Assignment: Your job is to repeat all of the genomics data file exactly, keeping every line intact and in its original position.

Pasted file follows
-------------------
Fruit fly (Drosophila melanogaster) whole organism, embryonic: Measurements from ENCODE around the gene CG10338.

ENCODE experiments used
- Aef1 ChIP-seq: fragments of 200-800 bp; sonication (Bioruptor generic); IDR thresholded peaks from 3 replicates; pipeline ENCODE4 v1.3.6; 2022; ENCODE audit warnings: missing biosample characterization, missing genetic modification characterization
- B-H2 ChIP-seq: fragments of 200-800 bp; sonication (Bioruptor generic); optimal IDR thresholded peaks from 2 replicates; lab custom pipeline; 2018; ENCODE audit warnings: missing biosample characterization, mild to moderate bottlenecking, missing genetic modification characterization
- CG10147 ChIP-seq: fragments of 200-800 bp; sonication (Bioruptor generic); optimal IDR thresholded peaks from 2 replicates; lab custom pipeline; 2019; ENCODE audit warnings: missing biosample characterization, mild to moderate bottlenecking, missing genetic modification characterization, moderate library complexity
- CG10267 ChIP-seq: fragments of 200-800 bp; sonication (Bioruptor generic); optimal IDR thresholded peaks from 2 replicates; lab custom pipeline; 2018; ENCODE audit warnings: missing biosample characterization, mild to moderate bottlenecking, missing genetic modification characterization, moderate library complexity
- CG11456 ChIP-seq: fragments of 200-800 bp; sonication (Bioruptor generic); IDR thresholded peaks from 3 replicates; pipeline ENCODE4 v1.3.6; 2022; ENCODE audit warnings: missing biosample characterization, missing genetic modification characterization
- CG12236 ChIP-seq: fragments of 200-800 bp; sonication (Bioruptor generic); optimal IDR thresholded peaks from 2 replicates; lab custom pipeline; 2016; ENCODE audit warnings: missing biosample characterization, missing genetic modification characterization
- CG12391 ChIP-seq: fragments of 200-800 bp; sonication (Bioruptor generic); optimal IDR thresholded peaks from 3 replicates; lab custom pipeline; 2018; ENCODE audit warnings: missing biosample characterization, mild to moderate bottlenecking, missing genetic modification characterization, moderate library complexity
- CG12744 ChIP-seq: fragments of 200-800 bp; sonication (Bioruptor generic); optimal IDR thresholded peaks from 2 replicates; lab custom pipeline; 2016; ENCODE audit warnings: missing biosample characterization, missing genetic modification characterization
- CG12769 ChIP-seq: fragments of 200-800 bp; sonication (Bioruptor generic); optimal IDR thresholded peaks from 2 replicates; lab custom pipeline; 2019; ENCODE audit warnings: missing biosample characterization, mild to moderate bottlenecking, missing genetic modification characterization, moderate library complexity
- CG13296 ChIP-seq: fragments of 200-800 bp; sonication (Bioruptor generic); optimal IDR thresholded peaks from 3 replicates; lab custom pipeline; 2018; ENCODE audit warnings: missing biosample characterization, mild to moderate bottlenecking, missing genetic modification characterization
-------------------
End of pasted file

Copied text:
Fruit fly (Drosophila melanogaster) whole organism, embryonic: Measurements from ENCODE around the gene CG10338.

ENCODE experiments used
- Aef1 ChIP-seq: fragments of 200-800 bp; sonication (Bioruptor generic); IDR thresholded peaks from 3 replicates; pipeline ENCODE4 v1.3.6; 2022; ENCODE audit warnings: missing biosample characterization, missing genetic modification characterization
- B-H2 ChIP-seq: fragments of 200-800 bp; sonication (Bioruptor generic); optimal IDR thresholded peaks from 2 replicates; lab custom pipeline; 2018; ENCODE audit warnings: missing biosample characterization, mild to moderate bottlenecking, missing genetic modification characterization
- CG10147 ChIP-seq: fragments of 200-800 bp; sonication (Bioruptor generic); optimal IDR thresholded peaks from 2 replicates; lab custom pipeline; 2019; ENCODE audit warnings: missing biosample characterization, mild to moderate bottlenecking, missing genetic modification characterization, moderate library complexity
- CG10267 ChIP-seq: fragments of 200-800 bp; sonication (Bioruptor generic); optimal IDR thresholded peaks from 2 replicates; lab custom pipeline; 2018; ENCODE audit warnings: missing biosample characterization, mild to moderate bottlenecking, missing genetic modification characterization, moderate library complexity
- CG11456 ChIP-seq: fragments of 200-800 bp; sonication (Bioruptor generic); IDR thresholded peaks from 3 replicates; pipeline ENCODE4 v1.3.6; 2022; ENCODE audit warnings: missing biosample characterization, missing genetic modification characterization
- CG12236 ChIP-seq: fragments of 200-800 bp; sonication (Bioruptor generic); optimal IDR thresholded peaks from 2 replicates; lab custom pipeline; 2016; ENCODE audit warnings: missing biosample characterization, missing genetic modification characterization
- CG12391 ChIP-seq: fragments of 200-800 bp; sonication (Bioruptor generic); optimal IDR thresholded peaks from 3 replicates; lab custom pipeline; 2018; ENCODE audit warnings: missing biosample characterization, mild to moderate bottlenecking, missing genetic modification characterization, moderate library complexity
- CG12744 ChIP-seq: fragments of 200-800 bp; sonication (Bioruptor generic); optimal IDR thresholded peaks from 2 replicates; lab custom pipeline; 2016; ENCODE audit warnings: missing biosample characterization, missing genetic modification characterization
- CG12769 ChIP-seq: fragments of 200-800 bp; sonication (Bioruptor generic); optimal IDR thresholded peaks from 2 replicates; lab custom pipeline; 2019; ENCODE audit warnings: missing biosample characterization, mild to moderate bottlenecking, missing genetic modification characterization, moderate library complexity
- CG13296 ChIP-seq: fragments of 200-800 bp; sonication (Bioruptor generic); optimal IDR thresholded peaks from 3 replicates; lab custom pipeline; 2018; ENCODE audit warnings: missing biosample characterization, mild to moderate bottlenecking, missing genetic modification characterization